Among the shadows of towering palms along La Jolla Boulevard on the northern edges of San Diego’s Pacific Beach neighborhood sits West End. The bar is most famous for being the home base of Tom Wolfe’s Pumphouse Gang but it has much more history than that for the locals. The ghost of Wolfe is felt just walking by, the feeling of a time past, a freewheeling feeling of peace and love emanates like the odor of stale beer and sunscreen.
When I landed in San Diego, I knew I’d be staying close to West End. My friend’s apartment is just a block away. The saltwater air breezing in and out of his place like Tom Wolfe’s ghost. I had every intention of stopping in for a beer, just to say I was there and as many times as I walked by it to grab more ceviche at Oscar’s over the next few days, I never did go in. But right after I landed, we walked up the street to get an early lunch. I hadn’t eaten and wanted to put a good base down before I became soaked in pineapple juice, coconut cream, and rum.
We walked by West End and headed to a takeout Hawaiian place. I am not a religious man, but God must live in San Diego. It’s a caricature of itself, a fake southern California prop set for a movie. Taco stands and coffee houses with wide-open doors and windows lined the streets. Everyone looked like an extra in the next Hollywood blockbuster, tan thin bodies carrying surfboards and wearing leather necklaces with dangling amulets. Even the torpid winos are beautiful.
As we waited for our Musubi and Kalua Pork, a swarthy old woman in a yellow sweater strolled by, leaning on her grocery cart full of personal belongings. She said nothing, but we made brief eye contact. As she passed I offered her the money in my pocket. It was some coins and probably a dollar. She accepted gracefully but then stopped and said “I’ll trade ya”.
I couldn’t imagine what for until she threw a $20 bill at me. “Here. By lunch for you and your brother”, she said pointing at my friend and taking the change. I immediately protested. She said she really wanted my brother and I to enjoy a Hawaiian lunch on her. I threw the money back at her and she threw it back at me. We stood staring at each other in terse anticipation until it gave way to biblical repose. Then she turned, place both hands back on her grocery cart and walked away.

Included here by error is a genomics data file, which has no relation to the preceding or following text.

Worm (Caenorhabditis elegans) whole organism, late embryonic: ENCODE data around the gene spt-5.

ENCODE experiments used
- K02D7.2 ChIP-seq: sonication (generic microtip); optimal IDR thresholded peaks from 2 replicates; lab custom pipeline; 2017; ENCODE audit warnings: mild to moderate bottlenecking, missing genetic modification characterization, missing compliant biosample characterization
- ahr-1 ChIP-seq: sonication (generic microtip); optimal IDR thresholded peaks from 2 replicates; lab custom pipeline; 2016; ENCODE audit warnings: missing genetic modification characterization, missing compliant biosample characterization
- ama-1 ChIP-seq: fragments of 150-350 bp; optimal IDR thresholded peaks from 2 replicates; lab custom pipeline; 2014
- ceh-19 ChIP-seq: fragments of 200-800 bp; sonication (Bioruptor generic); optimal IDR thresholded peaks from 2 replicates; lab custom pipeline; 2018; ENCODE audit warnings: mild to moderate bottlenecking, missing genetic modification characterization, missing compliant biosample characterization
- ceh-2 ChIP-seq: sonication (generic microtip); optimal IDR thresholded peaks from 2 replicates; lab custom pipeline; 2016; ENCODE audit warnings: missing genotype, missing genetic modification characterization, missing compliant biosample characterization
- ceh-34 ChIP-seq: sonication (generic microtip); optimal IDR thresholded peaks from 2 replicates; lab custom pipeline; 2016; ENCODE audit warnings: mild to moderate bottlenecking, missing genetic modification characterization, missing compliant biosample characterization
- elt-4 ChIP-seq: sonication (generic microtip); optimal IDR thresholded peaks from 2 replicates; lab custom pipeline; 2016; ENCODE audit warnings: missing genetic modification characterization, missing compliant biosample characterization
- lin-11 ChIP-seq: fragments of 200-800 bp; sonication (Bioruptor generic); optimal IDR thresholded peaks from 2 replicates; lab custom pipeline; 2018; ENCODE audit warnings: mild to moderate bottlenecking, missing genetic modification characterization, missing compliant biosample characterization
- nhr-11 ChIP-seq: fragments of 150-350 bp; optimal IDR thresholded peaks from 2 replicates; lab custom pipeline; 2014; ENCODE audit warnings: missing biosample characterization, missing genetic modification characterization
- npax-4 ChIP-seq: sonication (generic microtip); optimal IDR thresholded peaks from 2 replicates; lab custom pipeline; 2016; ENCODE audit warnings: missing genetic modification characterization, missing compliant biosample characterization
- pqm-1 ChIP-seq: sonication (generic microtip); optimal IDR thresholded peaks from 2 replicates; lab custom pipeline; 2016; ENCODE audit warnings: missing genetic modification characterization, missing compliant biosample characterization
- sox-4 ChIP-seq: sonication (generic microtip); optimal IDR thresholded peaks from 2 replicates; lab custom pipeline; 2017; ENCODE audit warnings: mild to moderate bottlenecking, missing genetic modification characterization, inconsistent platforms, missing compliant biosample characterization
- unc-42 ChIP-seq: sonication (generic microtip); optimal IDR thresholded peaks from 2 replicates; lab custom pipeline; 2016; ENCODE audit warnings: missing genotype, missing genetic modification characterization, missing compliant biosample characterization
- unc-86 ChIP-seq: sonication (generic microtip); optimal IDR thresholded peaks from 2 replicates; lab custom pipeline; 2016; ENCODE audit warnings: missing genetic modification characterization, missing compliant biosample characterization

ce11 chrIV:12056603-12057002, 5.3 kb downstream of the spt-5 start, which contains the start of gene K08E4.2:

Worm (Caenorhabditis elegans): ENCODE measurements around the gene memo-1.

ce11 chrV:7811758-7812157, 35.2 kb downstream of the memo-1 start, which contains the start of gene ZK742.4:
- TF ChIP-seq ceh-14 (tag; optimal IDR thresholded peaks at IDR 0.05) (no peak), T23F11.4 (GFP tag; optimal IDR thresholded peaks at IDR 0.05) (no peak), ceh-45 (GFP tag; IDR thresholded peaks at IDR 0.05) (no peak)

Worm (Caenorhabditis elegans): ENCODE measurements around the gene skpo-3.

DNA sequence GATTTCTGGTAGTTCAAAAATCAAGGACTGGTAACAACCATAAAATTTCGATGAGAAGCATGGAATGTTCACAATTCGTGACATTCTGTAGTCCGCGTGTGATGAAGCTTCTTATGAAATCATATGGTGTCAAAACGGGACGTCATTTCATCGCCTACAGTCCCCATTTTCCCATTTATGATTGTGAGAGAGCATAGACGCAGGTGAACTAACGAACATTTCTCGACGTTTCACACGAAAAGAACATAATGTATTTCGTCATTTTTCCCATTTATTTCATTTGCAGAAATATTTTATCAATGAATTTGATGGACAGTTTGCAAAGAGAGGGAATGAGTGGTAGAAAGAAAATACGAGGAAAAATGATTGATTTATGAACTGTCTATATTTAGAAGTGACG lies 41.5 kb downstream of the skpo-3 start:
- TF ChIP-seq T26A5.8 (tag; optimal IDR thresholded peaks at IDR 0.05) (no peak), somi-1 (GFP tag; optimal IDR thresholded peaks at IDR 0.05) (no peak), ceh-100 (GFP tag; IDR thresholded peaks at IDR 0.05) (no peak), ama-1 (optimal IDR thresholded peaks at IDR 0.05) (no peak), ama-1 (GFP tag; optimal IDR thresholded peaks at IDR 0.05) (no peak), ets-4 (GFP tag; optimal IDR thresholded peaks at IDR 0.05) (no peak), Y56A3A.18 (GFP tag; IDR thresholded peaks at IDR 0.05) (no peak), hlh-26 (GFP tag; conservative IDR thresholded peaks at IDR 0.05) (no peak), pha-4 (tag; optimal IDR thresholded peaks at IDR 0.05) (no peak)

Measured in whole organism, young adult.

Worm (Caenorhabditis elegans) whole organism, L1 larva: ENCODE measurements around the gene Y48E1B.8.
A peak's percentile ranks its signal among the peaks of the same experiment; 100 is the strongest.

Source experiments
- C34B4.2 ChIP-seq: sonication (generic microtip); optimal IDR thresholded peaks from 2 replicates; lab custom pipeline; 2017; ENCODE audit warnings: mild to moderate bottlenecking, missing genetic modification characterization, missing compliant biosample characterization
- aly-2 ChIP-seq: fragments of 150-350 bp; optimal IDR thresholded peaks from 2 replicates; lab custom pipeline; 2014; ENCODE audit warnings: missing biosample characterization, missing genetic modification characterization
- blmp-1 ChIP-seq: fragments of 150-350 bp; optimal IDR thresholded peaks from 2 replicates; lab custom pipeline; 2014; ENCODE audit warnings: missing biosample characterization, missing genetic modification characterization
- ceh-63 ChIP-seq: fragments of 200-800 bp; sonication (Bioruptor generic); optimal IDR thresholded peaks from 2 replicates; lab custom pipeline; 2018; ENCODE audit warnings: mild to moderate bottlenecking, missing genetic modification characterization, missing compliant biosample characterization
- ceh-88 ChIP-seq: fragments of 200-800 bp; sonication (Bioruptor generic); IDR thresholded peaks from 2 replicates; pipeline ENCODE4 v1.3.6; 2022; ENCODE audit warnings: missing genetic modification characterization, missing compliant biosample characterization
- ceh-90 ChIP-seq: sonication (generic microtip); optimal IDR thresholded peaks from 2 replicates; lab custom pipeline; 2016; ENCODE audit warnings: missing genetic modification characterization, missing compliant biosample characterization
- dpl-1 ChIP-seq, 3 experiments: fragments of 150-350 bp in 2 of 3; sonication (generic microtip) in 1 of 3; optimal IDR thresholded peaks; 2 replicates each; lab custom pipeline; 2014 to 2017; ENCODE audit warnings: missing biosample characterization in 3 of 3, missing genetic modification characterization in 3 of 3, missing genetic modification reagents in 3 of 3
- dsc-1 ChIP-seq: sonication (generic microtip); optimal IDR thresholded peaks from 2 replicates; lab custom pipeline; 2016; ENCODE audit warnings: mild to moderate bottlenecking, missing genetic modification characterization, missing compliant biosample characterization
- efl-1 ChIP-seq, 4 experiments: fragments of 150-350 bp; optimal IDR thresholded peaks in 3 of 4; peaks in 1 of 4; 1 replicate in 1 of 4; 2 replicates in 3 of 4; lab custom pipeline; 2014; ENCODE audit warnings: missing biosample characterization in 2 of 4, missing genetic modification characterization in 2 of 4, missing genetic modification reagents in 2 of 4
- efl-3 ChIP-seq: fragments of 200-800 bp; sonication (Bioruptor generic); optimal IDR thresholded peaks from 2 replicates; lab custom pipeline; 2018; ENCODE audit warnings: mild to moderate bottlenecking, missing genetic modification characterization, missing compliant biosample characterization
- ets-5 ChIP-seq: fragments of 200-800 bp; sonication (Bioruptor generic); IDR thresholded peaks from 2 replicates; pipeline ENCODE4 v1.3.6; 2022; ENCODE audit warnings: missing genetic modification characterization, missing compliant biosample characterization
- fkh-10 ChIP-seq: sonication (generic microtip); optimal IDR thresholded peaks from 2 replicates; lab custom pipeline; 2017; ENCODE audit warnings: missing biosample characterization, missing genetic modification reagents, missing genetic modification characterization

A nearby bystander exploded with excitement. He said he’d never seen anything like that. Hell, he’s never heard of anything like that! We batted it back and forth for about a minute. I got up to look for her and she was gone. Gone. Just like that. Into the creamy sands of Pacific Beach, possibly floating amongst the surf, swallowed by Windandsea, engulfed by Mission, lost amid palms of Bird Rock.
I hadn’t been in San Diego a few measly hours and I already had one of the strangest things happen to me. Par for the course. Another story to write about, fodder for the barstool banter, something to say when the subject arises. I didn’t think much of it until I was on my way home, miles above the ground sitting at the back of a jet, drifting in and out of sleep and reading The Electric Kool-Aid Acid Test.
The most probable reason for the old lady’s generous behavior is mental health, a subject that most of America just isn’t ready to talk about. But as I rode in that plane as close to the heavens as one can get without any training, I wondered if it was the ghost of Tom Wolfe. A secret mission from an eclectic writer pushing the subcultural mythologies of La Jolla onto me, to see how I’d react, to see what story would emerge, to see, to see, to see.
What if it was a test to see if I could harbor the power of an odd story, digest it, surrender to it, and recreate it? What if it was more than that? What if it was to see why I’d stop asking What If?
Life is hard. It can be boring. It can feel redundant. It has many tests. Relationships are won, lost, gained, shattered, and forgotten. Yet it still rumbles oddly forward. The message to me is clear: Don’t miss the little chances to have Tom Wolfe’s ghost buy you Hawaiian food.
This post is republished on Medium.
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